The Truth about Hydrogen

  • Published on Jul 27, 2018
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    Errors: I made an off hand comment about adding efficiencies in the video without thinking. This is obviously incorrect, but the final calculation does in fact multiply the efficiencies.
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Comments • 14 932

  • jl sc
    jl sc 12 hours ago

    cost comes down with volume, and energy can be produced much more efficiently than we do now. Batteries, have been at a stand still in development since they went into wide use.

  • Jack Sprat
    Jack Sprat 12 hours ago

    This seems to omit costs of batteries. How long does a battery for a car last? What is the resale of a battery powered car when the battery has lost significant efficiency? What materials are used and what does to take to produce a battery capable of powering a modern automobile? if a battery begins with efficiency of 90%+- how long does it keep that efficiency before losing efficiency? How deep can you discharge a battery to maintain efficiency? What is the efficiency in freezing temperatures? The problems of creating and distributing hydrogen appear to be much the same as with oil products only cheaper. But if hydrogen could be produced on site say every 500 miles it wouldn't be much of a problem distributing up to 250 miles.As to the cost of hydrogen, as stations and other facilities along with R&D improving fuel cell/hydrogen costs will go down with economies of scale.

  • Code17
    Code17 12 hours ago

    Have you considered the cost and waste cycle of Lithium mining and battery production? Hydrogen is a clean production cycle with no waste assuming electrolysis via water and renewable energy. It is less efficient end to end now but has huge benefits with energy density and the weight to range factor. Hydrogen has alot of benefits and there are more drawbacks with batteries than are being reported here.

  • A.D.D Gaming
    A.D.D Gaming 15 hours ago

    i think if you calculated for energy wastes hauling a huge battery around the price per km would even out between hydrogen and batteries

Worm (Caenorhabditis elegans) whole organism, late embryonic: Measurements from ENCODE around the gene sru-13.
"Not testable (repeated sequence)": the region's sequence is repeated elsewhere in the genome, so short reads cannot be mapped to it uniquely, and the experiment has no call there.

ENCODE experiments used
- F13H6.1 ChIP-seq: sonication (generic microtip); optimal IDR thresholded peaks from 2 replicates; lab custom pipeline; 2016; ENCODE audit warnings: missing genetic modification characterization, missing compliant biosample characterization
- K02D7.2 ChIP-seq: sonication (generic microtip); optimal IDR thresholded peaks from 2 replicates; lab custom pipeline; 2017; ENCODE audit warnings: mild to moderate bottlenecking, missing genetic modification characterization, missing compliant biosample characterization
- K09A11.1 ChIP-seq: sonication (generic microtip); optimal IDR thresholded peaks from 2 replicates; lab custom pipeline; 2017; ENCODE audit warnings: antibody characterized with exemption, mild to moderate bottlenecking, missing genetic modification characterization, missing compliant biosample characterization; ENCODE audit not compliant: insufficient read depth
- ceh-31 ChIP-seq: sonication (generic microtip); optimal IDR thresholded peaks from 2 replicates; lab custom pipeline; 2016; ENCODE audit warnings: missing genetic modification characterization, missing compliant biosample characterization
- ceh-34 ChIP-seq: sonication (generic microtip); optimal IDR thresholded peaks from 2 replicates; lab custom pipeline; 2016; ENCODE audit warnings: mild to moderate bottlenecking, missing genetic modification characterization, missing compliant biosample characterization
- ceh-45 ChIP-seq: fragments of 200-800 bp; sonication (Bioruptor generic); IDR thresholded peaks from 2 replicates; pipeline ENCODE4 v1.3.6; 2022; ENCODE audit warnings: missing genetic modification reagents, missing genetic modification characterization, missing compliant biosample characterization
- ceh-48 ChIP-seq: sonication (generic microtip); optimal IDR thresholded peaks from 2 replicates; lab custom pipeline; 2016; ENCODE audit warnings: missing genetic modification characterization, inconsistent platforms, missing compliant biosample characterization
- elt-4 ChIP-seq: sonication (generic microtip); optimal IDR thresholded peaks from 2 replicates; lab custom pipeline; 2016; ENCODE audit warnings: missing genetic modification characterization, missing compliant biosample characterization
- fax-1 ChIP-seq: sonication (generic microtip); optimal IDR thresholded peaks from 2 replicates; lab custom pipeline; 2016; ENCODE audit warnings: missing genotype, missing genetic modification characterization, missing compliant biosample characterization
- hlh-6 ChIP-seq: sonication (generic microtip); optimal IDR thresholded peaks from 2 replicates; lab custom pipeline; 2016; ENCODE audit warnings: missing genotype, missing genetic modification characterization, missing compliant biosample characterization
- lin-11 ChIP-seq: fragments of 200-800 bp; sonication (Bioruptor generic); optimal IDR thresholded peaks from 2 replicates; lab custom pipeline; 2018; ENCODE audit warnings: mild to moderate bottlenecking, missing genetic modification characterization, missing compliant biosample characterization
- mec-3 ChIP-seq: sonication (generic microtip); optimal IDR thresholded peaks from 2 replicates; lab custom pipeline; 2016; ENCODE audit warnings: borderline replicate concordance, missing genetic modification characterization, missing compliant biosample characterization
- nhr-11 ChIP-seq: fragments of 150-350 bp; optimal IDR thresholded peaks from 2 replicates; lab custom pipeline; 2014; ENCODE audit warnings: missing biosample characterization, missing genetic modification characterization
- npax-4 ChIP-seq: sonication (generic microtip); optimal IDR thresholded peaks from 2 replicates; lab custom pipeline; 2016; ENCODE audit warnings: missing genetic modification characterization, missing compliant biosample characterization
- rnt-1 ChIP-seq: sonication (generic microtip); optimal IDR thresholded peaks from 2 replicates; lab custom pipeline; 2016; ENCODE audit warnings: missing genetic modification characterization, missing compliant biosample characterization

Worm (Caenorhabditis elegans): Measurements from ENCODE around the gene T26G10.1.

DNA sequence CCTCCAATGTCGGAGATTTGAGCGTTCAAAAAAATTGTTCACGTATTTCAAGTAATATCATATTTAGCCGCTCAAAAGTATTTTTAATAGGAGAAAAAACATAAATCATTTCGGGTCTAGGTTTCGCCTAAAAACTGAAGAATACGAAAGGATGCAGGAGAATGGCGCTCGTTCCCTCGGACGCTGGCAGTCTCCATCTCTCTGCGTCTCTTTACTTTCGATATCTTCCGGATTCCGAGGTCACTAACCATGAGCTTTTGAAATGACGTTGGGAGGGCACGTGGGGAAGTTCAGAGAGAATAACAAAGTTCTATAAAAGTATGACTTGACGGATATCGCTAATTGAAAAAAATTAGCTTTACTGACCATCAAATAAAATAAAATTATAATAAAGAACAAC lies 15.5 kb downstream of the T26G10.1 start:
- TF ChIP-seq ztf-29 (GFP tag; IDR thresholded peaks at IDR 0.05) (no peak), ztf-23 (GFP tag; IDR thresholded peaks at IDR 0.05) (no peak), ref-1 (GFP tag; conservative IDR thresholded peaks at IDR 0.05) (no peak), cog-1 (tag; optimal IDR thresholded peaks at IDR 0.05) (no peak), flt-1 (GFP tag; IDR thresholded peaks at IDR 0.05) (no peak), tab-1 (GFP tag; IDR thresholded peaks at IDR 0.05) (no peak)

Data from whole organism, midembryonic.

• DigitalYojimbo
    DigitalYojimbo Day ago

    What this whole video misses is the green house gases that are produced. A lot of green house gases and other toxic by products are produced. Also the weight of the battery.

  • Ronald McFondle
    Ronald McFondle Day ago

    Hydrogen is better, but They convert the hydrogen to electricity.

  • Devin Kim
    Devin Kim Day ago

    Lol. The future is hydrogen not batteries.

  • Kareem El-Touny
    Kareem El-Touny 2 days ago +1

    Hyde: So there's this car that runs on water, man....

  • shiblee 06
    shiblee 06 2 days ago

    I can conclude in one sentence from your video that hydrogen powered car is expensive. 2.2 cents per mile vs 17.7 cents . But I would definitely like to go for hydrogen powered car because extra 15 cents cost is worth it when you consider fast refueling , only 5 minutes . The extensive infrastructure would reduce the cost dramatically

  • Nick C
    Nick C 2 days ago

    Hydrogen is pretty good. This is how u solve it. Use nuclear power plants as they have the best Co2 to KWph than any other form of energy. Yes even factoring in the mining and the recourse needed to build the plant. And use that electricity to make hydrogen.

  • Nick C
    Nick C 2 days ago

    Well the problem is like the batteries degrade over time. It’s like having ur fuel tank get smaller and smaller over a period of 10 years. My laptop is about 4 -5 years old and it’s warning me to replace to battery soon. It also last about two hours a day compared to its 12 hours when I got it. Idk about you but the production of battery is very costly especially to the environment.

  • cameron automotives
    cameron automotives 2 days ago

    everyone says you have to go to a pump to get hydrogen but you can make it your self and we can use solar panels to make hydrogen .

    • Milan Swoboda
      Milan Swoboda 2 days ago

      yes you could produce Hydrogen via Solar Panels but you also need to include the hydrogen production, compression, storage and filling equipment plus maintenance thereof.
      Furthermore you need to consider how much minimum daily H2 production is required to fill your needs and then look at the solar array and production equipment size to full fill those needs and the investment needed for such a system. It might be a very sobering experience for you.

  • Peter Fiset
    Peter Fiset 2 days ago

    Please mention that gasoline powered engines can be converted to use hydrogen with a change of carburator. Changing carburators solves economic and environmental impacts that you haven't presented.

  • Scot Fenn
    Scot Fenn 2 days ago

    The cost of producing hydrogen is coming way down very quickly. Plugging in EV's to a power source in the rain could create serious problems.